Steve Hackett - Foxtrot Plus

by John A. Wilcox

Steve Hackett is currently on tour supporting his new CD/Blu-Ray set : Foxtrot At Fifty + Hackett Highlights: Live In Brighton. It was a real treat to spend time together to chat on Steve's wife Jo's birthday. Steve told me he'd just done nearly 5 hours of interviews and in his words "I'm in danger of going gaga now. But you'll get honesty from me. That's for sure." No worries - we got on like a house on fire as always. Have a seat and listen in on our conversation...

PS: Are you aware of the new & upcoming Atlantic 75th anniversary vinyl remasters of the early Genesis albums? Evidently they are remastered from the original mixes on LPs that play at 45 RPM.

SH: To be honest, it's the first I've heard of it. It doesn't mean that I haven't been informed about it. It's just that my life has been so busy. Working on new material plus the Foxtrot stuff. That one may have escaped the radar. I don't trust my memory anymore. I guess what they're doing is a number of sides then. If it's gonna go at 45 it won't be just the 2 sides; it's gonna be more.

PS: While you're in the midst of the current tour you've already announced the next tour!

SH: I like to push myself to do things. I've just done a new album as well. As well as Foxtrot At Fifty - which is a live album. It's gone to #2 in the rock charts over here in the UK. It seems to be creating quite an interest all over again. Which is heartwarming. My home and my heart are in new material. My body is in older material.

PS: In addition to the upcoming new solo studio album, I understand you've been working on a project with Marillion guitarist Steve Rothery.

SH: That's true. Steve and I have been recording over some time. I'm going to be convening with him soon. Once the tour is over. I've got 2 months in the States first of all. But I'll be phoning him before Christmas. That's gonna be interesting - to talk about how far we've gotten with these tapes et cetera et cetera - that sort of thing. Be interesting to see where he's managed to take it since we convened.

PS: When is the new solo effort due to be released?

SH: I believe that's intended for next February. It's all done. It sounds wonderful. My stepfather thought it was the best he'd ever heard from me. And my mother just wants me to crank it up 'cos she's such a headbanger. That's how they are! So it's gone down very well. I've only played it to 1 or 2 people so far. I think it's different from the usual stuff. It's pretty autobiographical material in a way. Songs that reflect life. From the beginning to the conclusion. A bit of a story. Particularly working in this way of designing things chronologically. An interesting way of working.

PS: So it tells the story of Steve over the course of the album?

SH: I would say it does, yes. I'm very proud. I'm tempted to play it for you right now. But I guess we'll have to wait.

PS: Who's on it with you?

SH: It's the band. Hugo Degenhart plays on one track. Nick D'Virgilio. Craig Blundell. Jonas on bass. I've done some bass myself. Nad on vocals. Me on vocals. Roger. Rob.

PS: Is Amanda Lehmann on there?

SH: Amanda's on it. Extensively.

PS: She's a very good blend with you.

SH: She is a very good blend with me. I think the sound of our two voices together is actually very lovely. She makes my harmonies sound a lot sunnier. She's got some lead vocal work as well, which sounds practically operatic on it. That's really, really good. There's a melody that I dreamt up. I dreamt it while I was recovering from swamp fever. I wrote it down. And all these years later we sing it pretty much as I heard it in the dream. It's healing music. It'll cure you of swamp fever. That's what it did me.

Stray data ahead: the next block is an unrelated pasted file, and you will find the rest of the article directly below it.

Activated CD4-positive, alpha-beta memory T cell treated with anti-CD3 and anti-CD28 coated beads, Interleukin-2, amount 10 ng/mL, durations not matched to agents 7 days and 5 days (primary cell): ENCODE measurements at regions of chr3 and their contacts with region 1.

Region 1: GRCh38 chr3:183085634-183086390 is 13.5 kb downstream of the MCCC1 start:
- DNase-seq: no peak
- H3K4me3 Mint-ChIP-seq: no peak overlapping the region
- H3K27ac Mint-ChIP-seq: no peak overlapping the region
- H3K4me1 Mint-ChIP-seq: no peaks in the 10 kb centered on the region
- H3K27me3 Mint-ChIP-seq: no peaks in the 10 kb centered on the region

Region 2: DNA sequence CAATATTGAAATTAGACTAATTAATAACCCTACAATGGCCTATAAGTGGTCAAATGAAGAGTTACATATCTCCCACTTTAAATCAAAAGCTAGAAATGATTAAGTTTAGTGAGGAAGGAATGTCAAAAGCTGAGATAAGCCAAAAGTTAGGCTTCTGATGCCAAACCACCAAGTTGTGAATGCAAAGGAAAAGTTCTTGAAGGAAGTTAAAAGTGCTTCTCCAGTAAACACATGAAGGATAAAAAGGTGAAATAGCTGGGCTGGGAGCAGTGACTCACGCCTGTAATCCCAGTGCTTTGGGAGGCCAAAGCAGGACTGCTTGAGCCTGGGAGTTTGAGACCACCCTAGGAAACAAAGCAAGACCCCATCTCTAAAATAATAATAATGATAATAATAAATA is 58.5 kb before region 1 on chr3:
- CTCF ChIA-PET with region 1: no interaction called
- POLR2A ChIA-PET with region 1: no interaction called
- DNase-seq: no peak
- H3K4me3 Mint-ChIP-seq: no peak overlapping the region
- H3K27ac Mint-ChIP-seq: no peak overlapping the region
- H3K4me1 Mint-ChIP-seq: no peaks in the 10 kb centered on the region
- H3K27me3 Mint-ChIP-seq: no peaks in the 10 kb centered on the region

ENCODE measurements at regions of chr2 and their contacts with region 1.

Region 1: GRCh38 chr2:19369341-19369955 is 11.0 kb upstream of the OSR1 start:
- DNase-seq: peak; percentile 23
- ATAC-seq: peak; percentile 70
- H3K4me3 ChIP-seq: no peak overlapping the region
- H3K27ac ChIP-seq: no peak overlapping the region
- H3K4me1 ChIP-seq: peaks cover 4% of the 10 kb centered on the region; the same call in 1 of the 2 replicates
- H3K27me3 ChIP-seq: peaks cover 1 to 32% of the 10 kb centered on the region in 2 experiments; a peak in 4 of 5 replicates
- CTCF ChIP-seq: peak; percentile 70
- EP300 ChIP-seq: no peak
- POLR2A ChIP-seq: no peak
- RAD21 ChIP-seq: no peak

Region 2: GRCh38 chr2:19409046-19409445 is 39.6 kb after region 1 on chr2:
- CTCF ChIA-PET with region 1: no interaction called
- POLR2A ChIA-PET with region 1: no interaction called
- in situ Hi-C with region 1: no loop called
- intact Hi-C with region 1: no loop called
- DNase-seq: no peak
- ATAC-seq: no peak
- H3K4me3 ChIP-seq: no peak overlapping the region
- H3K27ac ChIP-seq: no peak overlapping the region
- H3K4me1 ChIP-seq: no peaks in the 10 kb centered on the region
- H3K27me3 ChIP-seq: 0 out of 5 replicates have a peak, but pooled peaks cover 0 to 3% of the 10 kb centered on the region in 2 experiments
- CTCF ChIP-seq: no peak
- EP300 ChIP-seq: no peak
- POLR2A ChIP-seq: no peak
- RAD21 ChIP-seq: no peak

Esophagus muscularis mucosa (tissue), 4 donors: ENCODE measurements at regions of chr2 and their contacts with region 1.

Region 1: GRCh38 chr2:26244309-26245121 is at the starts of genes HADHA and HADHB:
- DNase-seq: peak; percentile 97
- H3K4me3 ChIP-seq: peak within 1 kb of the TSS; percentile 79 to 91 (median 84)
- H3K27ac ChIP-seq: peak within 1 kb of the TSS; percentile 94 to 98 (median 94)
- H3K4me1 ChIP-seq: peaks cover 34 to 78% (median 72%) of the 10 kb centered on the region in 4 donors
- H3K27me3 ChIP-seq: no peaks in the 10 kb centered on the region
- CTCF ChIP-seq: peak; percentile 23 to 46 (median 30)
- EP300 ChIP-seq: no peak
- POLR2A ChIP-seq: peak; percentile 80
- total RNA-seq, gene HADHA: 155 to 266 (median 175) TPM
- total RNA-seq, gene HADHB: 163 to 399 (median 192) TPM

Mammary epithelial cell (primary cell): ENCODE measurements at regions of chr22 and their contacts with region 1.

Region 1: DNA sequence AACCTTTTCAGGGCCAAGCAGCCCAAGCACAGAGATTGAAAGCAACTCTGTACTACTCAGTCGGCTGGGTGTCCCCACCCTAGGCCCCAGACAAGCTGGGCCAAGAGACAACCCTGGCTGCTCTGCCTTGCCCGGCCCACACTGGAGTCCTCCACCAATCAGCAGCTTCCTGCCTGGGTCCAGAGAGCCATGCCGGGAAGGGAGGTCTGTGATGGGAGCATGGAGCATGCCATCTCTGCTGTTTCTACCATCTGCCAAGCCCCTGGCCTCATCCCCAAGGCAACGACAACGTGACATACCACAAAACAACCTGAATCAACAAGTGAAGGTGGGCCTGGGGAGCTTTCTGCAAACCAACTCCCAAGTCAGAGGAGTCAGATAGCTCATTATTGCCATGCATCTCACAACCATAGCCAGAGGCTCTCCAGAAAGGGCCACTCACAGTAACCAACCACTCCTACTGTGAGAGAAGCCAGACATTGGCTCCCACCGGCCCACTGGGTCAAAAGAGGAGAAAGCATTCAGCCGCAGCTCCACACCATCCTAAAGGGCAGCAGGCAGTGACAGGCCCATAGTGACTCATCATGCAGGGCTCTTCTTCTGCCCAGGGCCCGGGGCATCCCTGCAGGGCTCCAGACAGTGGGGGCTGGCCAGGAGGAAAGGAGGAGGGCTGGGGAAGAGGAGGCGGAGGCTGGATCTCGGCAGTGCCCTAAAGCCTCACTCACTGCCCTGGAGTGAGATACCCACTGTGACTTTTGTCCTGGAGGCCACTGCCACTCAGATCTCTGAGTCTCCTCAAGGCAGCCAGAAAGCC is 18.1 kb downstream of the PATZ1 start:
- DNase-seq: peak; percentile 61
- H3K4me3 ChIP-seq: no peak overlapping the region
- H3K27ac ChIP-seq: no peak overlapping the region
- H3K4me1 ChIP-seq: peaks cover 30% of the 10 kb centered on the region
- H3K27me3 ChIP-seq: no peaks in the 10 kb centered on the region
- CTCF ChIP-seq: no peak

PS: Swamp Fever?

SH: Yeah. I got sick on the Louisiana swamp. It made me ill for a couple of weeks. I was touring at the time. It wasn't until I hit New York when somebody said "You need some penicillin. You need some chicken soup." So I did. But that night when I went to bed I was feeling green and in pain with this swamp fever. I heard this glorious music. As it arrived it was as if the clouds parted. The clouds of pain went and I didn't have any pain anymore. I remembered the music. It was almost a "Blue Fairy" moment. It was magic and quite lovely. It was just a voice that I heard. I sang it to Amanda and I said "Do you think you can do it in this style?" I did say to her "It's semi-operatic." I put a lot of reverb on the voice. It sounds wonderful when you get an operatic voice with a lot of reverb on it. You get the power of it but this sort of ghostliness. Ethereal. It's a lovely moment of her singing. It's very very beautiful.

PS: How does your present self see your past self's guitar work on Foxtrot?

SH: I think the guitar parts are good. They are perhaps more sparse than they would be now. If I'm leading my own band aqnd leading the charge I think I would approach with more confidence. But when I look back at what was there I think that what was there was good in terms of parts. The execution would of course be better now. Because I have more control. But the lines that came out back in the day - I think they're very good. There's really just a few lines on Watcher Of The Skies, for instance. Those lines are very good, I think.

PS: They're exactly the right lines!

SH: That's the plan. To do the right thing for the right song at the time. The parts that I came up with for Time Table. That little Cinderella song - the second one on Foxtrot. I was just on one level doubling the left hand on the piano. To color it with guitar so you couldn't tell what you were listening to. Was it guitar or was it piano? The Beatles had certainly done that. It was one of George Martin's little calling cards. A very lovely one at that. Then I did some other stuff. I sort of had George Martin in my mind. Rather, 2 Georges. I was thinking of George Harrison and putting the guitar through a leslie cabinet or two. Play something that was really minimal, but just to do the right thing for the song. Because it wasn't a song that required anything remotely heroic. It's all accompanist work. It requires subtlety. I think the Beatles had great subtlety.

PS: Was there any particular reason Genesis never played Time Table live?

SH: There was the fact that we didn't carry an acoustic piano. Dynamically, it's less progressive. It gets slightly louder at one point then it tends to retire into pure melody at the end. There's a hint of Henry Mancini in there as far as I'm concerned.

PS: Not a bad thing!